Debt-Ceiling Daze: Boehner Tacks Right, Setting Up Final Clash With Democrats

Last Updated Jul 30, 2011 1:07 PM EDT

Heading into the weekend, the U.S. economy wheezed, Tea Partiers slapped John Boehner silly and financial markets braced for impact. As one keen observer of the human condition once said, what a world, what a world!

When reason has flown, anything is possible. The House Speaker, having staked his political future on passing his deficit-reduction bill, buckled to pressure from right-wing Republicans and reshaped the legislation along even more conservative lines. Along with cutting spending by $917 billion, it would now also require Congress to pass a constitutional balanced-budget amendment before raising the debt ceiling again. Although nothing is certain in this topsy-turvy session on Capitol Hill, House lawmakers were expected to pass the measure late Friday.

That might well help Boehner save his job. But it will do less than nothing in brokering a deal with Senate Democrats, who are proceeding with their $2.2 trillion spending cut package. If there was little room for compromise before Boehner tacked right, there is even less so now.

Hey, here's an idea!
Is there any way out of this mess? Perhaps the most ingenious solution to the debt-ceiling impasse comes from a Yale law school prof. All you need is a couple of $1 trillion coins:

Sovereign governments such as the United States can print new money. However, there's a statutory limit to the amount of paper currency that can be in circulation at any one time.
Ironically, there's no similar limit on the amount of coinage. A little-known statute gives the secretary of the Treasury the authority to issue platinum coins in any denomination. So some commentators have suggested that the Treasury create two $1 trillion coins, deposit them in its account in the Federal Reserve and write checks on the proceeds."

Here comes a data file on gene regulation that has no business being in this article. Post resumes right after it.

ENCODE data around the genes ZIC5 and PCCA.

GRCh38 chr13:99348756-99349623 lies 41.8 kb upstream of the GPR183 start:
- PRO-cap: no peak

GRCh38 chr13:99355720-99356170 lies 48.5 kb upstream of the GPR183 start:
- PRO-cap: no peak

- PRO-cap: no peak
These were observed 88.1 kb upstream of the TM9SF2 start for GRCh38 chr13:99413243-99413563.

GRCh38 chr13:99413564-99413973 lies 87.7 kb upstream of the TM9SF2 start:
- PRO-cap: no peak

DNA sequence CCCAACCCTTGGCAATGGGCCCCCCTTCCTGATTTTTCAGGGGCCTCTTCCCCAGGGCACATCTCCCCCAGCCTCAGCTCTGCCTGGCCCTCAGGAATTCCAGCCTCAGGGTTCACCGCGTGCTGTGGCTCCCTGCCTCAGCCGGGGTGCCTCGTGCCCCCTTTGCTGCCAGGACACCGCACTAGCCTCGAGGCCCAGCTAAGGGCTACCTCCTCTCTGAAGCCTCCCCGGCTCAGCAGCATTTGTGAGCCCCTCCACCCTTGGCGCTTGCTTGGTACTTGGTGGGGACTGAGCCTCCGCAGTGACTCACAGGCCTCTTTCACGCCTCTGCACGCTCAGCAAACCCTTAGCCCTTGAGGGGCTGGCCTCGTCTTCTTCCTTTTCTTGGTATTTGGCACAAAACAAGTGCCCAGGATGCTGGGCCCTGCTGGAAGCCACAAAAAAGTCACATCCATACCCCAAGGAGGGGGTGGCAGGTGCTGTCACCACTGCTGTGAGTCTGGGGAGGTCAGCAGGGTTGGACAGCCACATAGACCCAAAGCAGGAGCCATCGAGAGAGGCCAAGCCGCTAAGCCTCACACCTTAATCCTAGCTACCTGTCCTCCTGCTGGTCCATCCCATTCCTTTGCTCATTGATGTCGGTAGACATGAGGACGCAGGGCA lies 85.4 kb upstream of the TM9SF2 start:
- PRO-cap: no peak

Crazy talk? Hey, no crazier than taking the country to the brink of economic collapse over an entirely bogus fight over the debt ceiling.

The adjoining chart illustrates what's at stake here (click to enlarge). After the feds exhaust their borrowing authority at midnight on August 2, a two-month delay in raising the cap could cause the largest quarterly economic decline in more than 60 years, estimates Washington think-tank the Center for American Progress. Such a drop would be more dire than the worst quarter in the latest recession, when nearly 2 million jobs vanished in a puff of toxic mortgages.

After midnight
And what happens on Tuesday if lawmakers fail to lift the debt ceiling? Well, the Treasury may be able to buy a few more days by shuffling payments around. But in essence it starts making choices about which checks to cut and which to hold. Priority No. 1 -- ensuring that the financial system doesn't seize up, meaning bondholders still get paid. This calculation is zero-sum, notes Slate's Annie Lowery:

The Treasury Department will not admit outright that bondholders will get prioritized over, say, Social Security recipients. But they will.

That means it will be soldiers, doctors, federal employees, and government contractors who will see their payments delayed. There is no real term of art for this scenario, at least not yet. But the wonks have taken to calling it "selective default," "payments prioritization," or "delinquency."

Another likely effect would be a downgrade in U.S. debt. Interest rates would rise, slamming everyone from consumers to financial institutions. If bonds issued by Fannie Mae and Freddie Mac lost their AAA status, for instance, homeowners could expect to pay at least another $122 a month for a mortgage, estimates research firm the CMPS Institute. Credit card payments would rise, too. A downgrade could also cause havoc for banks that haven't hedged against a rise in rates by lowering the value of their bond holdings.

Even as lawmakers dig in on Capitol Hill, of course, a deal remains within reach. Although financial markets are nervous, they still seem to be betting on a stay of execution. Compromise in Washington will demand political courage. Even more important, it will require a healthy respect for the price of failure.


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    Alain Sherter covers business and economic affairs for